Must volume

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distancerunner

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Is there a rule of thumb to estimating the must volume from gross weight of the lugs?
 

distancerunner

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Loose approximations are good. Making sure we have enough volume in our fermenters.
 

distancerunner

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Follow up question:

When estimating amount of additives (nutrients, enzymes, etc.) per liter/gallon, do you think in terms of the volmume of finished wine or the volume of must?
 

BarrelMonkey

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Follow up question:

When estimating amount of additives (nutrients, enzymes, etc.) per liter/gallon, do you think in terms of the volmume of finished wine or the volume of must?
I think it can vary but the additions that I make (yeast nutrients, acid adjustments) are in terms of finished wine. The numbers I use are:

100lb grapes = 10.65 gal must, of which 3.75 gal = must solids
100lb grapes = 6.4 gal finished wine
 

wood1954

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That’s a good question I’ve never found a good answer. Prior to fermentation I use the total amount of must to make my calculation, how ever I think it’s a bad idea to use must volume for adding sugar. With so2 and pectinase I think it’s good to use total must volume, same for tannin. I would like to see some. more experienced winemakers chip in on this.
 

Ajmassa

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That’s a good question I’ve never found a good answer. Prior to fermentation I use the total amount of must to make my calculation, how ever I think it’s a bad idea to use must volume for adding sugar. With so2 and pectinase I think it’s good to use total must volume, same for tannin. I would like to see some. more experienced winemakers chip in on this.
when using the morewine guide to red winemaking (my bible) it explains all the different nutrient/yeast/acid additions possible. It specifically says whether to use must total or finished wine total for each thing.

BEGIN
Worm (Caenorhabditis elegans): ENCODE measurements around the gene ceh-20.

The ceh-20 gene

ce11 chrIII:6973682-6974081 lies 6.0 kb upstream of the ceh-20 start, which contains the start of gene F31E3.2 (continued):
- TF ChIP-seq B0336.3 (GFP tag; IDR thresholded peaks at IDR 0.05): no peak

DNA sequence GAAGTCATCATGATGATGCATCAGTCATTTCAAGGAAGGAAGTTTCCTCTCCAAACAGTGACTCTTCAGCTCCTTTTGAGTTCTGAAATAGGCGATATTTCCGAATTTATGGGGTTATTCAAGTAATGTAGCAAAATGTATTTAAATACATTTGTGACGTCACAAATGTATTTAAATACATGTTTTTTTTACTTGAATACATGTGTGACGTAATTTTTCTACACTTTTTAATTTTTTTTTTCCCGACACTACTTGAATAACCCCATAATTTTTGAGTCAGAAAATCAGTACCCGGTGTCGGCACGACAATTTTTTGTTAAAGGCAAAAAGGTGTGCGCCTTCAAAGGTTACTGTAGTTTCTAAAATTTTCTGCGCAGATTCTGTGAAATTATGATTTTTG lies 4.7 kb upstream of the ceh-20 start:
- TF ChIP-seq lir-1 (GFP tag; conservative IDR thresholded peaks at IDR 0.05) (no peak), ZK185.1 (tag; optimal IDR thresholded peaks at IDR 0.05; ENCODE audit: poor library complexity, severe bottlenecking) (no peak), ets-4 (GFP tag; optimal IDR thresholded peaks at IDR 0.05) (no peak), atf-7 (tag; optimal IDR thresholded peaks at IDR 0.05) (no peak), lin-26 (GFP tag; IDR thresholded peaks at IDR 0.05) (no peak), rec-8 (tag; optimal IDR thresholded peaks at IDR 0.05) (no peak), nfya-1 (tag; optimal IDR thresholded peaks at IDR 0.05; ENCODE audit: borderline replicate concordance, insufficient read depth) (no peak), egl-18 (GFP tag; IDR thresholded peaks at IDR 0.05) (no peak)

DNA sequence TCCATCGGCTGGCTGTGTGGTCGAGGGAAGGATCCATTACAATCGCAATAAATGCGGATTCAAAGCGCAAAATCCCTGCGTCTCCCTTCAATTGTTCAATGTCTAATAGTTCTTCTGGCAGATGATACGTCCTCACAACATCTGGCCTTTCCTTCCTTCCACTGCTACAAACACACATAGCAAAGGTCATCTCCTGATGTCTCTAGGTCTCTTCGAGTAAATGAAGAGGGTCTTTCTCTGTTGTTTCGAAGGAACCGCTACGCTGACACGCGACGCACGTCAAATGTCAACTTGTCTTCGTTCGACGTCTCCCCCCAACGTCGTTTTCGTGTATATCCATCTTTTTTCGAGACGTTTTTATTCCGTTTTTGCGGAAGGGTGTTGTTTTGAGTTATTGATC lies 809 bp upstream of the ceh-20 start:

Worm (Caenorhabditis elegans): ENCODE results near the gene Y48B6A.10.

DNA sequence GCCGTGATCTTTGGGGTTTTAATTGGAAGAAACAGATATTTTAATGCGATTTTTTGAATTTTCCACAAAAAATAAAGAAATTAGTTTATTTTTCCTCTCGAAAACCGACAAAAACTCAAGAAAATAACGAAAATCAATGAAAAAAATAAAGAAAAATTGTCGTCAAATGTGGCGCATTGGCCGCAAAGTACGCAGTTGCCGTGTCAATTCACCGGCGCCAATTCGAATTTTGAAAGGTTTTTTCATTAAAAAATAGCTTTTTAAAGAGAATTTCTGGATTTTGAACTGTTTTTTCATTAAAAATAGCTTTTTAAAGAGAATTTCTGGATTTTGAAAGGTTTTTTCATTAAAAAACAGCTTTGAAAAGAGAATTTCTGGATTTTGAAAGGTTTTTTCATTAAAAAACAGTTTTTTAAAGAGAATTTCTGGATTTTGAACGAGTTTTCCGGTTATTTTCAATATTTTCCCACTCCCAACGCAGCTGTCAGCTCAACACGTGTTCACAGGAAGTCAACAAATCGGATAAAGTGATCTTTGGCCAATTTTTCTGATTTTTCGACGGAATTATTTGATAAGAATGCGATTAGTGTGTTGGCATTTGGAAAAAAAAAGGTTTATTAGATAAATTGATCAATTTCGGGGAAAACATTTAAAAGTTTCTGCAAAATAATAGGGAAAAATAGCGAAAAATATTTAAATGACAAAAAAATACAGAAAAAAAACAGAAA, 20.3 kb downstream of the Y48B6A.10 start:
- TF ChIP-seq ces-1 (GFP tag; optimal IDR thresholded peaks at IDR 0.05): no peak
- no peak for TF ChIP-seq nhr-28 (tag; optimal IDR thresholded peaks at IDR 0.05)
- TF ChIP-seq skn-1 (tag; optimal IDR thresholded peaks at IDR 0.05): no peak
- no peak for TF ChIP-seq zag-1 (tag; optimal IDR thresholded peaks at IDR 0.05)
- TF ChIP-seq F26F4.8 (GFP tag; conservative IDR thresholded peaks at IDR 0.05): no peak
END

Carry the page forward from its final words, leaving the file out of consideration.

The guide is pretty great and well written. It’s not just a step by step. It also explains all the “why’s” in a way that really helps to understand everything you’re doing.

(So you don’t have to dig thru for the answer the manual says:
yeast, nutrients, so2, enzymes(I think)- by must volume.
acid, sugar - by wine vol.
And offers suggested % of solids depending on varietal of grape)

Edit* screenshot from page 10D0B8586A-1B21-45D5-A486-0349D6BE368A.jpeg

and @distancerunner I do just as @CDrew said. I take my pounds of grape-drop the last digit— & that’s my gal of just. 250lbs=25gal. (Aka divide by 10). I assume 60% yield but often get 70%.
 
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distancerunner

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In the past I've made the addtions by estimating finished wine volume. This could explain a few things, like why tannin and color extraction are not as strong as we'd like.
 

BarrelMonkey

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In the past I've made the addtions by estimating finished wine volume. This could explain a few things, like why tannin and color extraction are not as strong as we'd like.
Me too - particularly nutrient additions. It makes sense to me that you'd use the volume of liquid rather than solid + liquid, but it seems like the morewine guide quoted by @Ajmassa uses total must volume?
 

wood1954

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I think for most chemicals total volume makes, not for sugar. This year I added sugar based on must volume, now after this thread I think my wine is going to be too high for MLF.
 

stickman

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For nutrients I use the estimated juice volume. It's just my opinion, but it makes the most sense to me. The typical nutrient analysis is conducted on a filtered juice sample, and any nutrient additions to the must will be exposed and dissolved in the fermenting juice during punching, mixing, pumping over etc.
 

BarrelMonkey

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So... I asked Scott Labs for their recommendation, and the suggestion was to base it on pressed juice volume, but using a relatively high volume of 175 gal/ton. (Commercial winemakers use 150gal/ton, and home wine presses are probably closer to 130gal/ton).

Hope this helps!
 

Rice_Guy

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To estimate based on finished wine one would have to know how much wine is lost in each racking because lost wine will contain an equal percentage of all solubles/ alcohol/ flavor. , ,,,, good answer.
For nutrients I use the estimated juice volume. It's just my opinion, but it makes the most sense to me. The typical nutrient analysis is conducted on a filtered juice sample, and any nutrient additions to the must will be exposed and dissolved in the fermenting juice during punching, mixing, pumping over etc.
 

wood1954

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Update on my wine, I thought it would be plus15%, but the Wyeast MLB 4007 strain is
fermenting just fine
 

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